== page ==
Augusta Chronicle, The (GA) - August 21, 2011
Author: Susan McCord

Augusta's legislative delegation was willing to sacrifice one of its own during the redistricting process, in an effort to preserve communities of interest and keep the boundaries of Augusta-Richmond County intact.

Instead, according to delegation chairman Rep. Wayne Howard, D-Augusta, the delegation saw three of its five members' districts drawn out into other counties, in moves that preserved but lessened the districts' minority-majority makeup while breaking up communities.

Howard's new district, for instance, lost much of its former south Augusta territory while adding a dozen new precincts formerly represented by Rep. Barbara Sims, R-Augusta.

The district now spans from downtown west along Washington Road to the Columbia County line, taking in neighborhoods around Lake Olmstead and National Hills along with the city's new retail development, Village at Riverwatch.

Shaped like a backwards "c," the new district takes in Howard's Martin Luther King Jr. Boulevard address, then follows Gordon Highway and Wrightsboro Road west to Bobby Jones Expressway.

Surrounded by Howard's district is Sims' revised west Augusta territory, which now includes
all of the city's Summerville district and west Augusta but even more of Martinez, in Columbia County.

In the process, Howard's district decreased from 67 percent black to 57 percent, with just 55 percent of the black population of voting age.

Dropping from nearly 64 percent black to 56 percent, Augusta Rep. Quincy Murphy's new westside district now encompasses all of Fort Gordon and a large swath of Jefferson County, whose
current Democratic House member found himself in a new district with another Democrat.

Augusta Rep. Earnest Smith's new district lost some of its Hephzibah territory to Rep. Gloria Frazier, D-Hephzibah, as Smith's district dropped from 56 percent black to 55 percent.

Augusta Commissioner Jerry Brigham, a
longtime political observer, said the district line changes will affect the legislators' re-election chances.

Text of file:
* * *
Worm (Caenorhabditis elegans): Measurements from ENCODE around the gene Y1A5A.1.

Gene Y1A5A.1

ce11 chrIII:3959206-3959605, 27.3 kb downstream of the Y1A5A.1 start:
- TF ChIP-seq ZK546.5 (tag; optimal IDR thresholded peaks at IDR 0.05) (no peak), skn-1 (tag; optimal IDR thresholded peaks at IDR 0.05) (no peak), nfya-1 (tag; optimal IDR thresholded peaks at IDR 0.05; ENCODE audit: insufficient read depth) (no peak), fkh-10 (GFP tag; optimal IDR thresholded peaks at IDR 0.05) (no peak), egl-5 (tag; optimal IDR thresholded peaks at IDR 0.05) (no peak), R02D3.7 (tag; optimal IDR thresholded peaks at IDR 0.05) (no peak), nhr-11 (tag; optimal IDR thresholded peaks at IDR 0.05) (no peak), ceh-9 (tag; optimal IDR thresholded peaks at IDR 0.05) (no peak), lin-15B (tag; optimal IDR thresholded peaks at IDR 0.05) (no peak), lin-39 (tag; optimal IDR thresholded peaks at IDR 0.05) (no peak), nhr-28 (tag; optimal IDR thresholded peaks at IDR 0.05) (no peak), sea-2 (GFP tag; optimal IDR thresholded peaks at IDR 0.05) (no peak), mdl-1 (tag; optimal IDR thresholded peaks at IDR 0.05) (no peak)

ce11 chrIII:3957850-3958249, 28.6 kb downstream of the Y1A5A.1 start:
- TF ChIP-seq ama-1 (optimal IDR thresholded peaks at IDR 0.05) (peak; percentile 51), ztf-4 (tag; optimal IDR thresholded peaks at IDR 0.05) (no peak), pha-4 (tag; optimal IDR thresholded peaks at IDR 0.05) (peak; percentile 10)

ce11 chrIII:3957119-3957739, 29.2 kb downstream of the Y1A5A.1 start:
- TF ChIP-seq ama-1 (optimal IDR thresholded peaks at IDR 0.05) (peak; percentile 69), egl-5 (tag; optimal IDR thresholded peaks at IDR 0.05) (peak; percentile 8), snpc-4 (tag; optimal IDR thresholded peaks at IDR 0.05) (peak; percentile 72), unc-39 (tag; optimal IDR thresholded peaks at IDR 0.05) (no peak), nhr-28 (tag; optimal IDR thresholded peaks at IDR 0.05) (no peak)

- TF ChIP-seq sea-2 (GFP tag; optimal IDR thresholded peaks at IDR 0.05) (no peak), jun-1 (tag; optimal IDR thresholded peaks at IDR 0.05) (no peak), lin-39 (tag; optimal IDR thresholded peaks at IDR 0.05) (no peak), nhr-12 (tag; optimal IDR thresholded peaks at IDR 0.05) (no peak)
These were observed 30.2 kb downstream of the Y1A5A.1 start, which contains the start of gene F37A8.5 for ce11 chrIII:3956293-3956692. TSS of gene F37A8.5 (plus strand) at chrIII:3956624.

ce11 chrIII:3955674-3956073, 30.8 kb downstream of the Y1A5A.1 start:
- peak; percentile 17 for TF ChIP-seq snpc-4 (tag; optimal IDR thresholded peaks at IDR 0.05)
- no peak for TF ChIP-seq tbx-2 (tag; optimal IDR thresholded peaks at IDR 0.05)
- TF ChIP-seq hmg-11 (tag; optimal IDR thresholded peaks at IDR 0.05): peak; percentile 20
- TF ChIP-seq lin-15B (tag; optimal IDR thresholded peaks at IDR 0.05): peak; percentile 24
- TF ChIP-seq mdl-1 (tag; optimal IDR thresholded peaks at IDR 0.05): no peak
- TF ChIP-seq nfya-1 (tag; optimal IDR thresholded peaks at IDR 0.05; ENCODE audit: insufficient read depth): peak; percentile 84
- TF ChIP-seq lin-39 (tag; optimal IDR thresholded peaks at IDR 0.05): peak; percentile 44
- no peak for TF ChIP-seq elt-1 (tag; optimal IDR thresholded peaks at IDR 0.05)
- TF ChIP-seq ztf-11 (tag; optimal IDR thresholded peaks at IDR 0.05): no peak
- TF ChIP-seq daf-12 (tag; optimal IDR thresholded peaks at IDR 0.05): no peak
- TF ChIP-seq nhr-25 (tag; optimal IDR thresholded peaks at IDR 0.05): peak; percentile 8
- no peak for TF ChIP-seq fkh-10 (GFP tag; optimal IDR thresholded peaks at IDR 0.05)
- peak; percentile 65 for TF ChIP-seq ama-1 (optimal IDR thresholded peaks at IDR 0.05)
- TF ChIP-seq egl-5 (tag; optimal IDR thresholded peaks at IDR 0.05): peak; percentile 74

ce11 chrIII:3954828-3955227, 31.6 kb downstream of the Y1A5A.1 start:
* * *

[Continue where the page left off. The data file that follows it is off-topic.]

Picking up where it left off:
Smith's narrow 51 percent majority black voting-age population, for example, "puts him in a situation where he could have a tough time, depending on the (opposing) candidate," Brigham said.

Frazier's was the only Augusta district to increase its minority population, growing from 52 percent to 61 percent on the new maps, but it took in all of Burke County in the process.

While preserving minority-majority districts in cities is touted by legislative map makers as necessary under the federal Voting Rights Act, Howard says it could have been done differently.

"I have no problem representing anyone in this city, but what happened is you've broken up a community of interest," said Howard, whose mother and father once held his seat, which he first won in 2005.

Howard said keeping Augusta-Richmond County intact was key, and that the Washington Road area
he gained has more in common with Sims' new Augusta territory than do Sims' Columbia County additions.

With the area under by about 45,000 residents - the approximate size of a new House district - when redistricting work began, Howard said the delegation offered to give up a seat but was declined.

"This was something that was discussed among all the delegation members," he said. "We knew that a sacrifice would have had to be made on one of our parts."

Who that "sacrificial lamb" was to be, however, was never decided because the delegation's offer was ignored, Howard said.

"We offered it to the chairman; he would not take our offer," he said.

With federal approval of the maps still looming, their completion at last allows local officials to begin redrawing Augusta Commission and Richmond County Board of Education district lines based on 2010 census data. Howard said the process couldn't begin until legislators completed their work in Atlanta.

A committee of four legislators, four school board members, four commissioners and two residents has yet to meet to begin the process.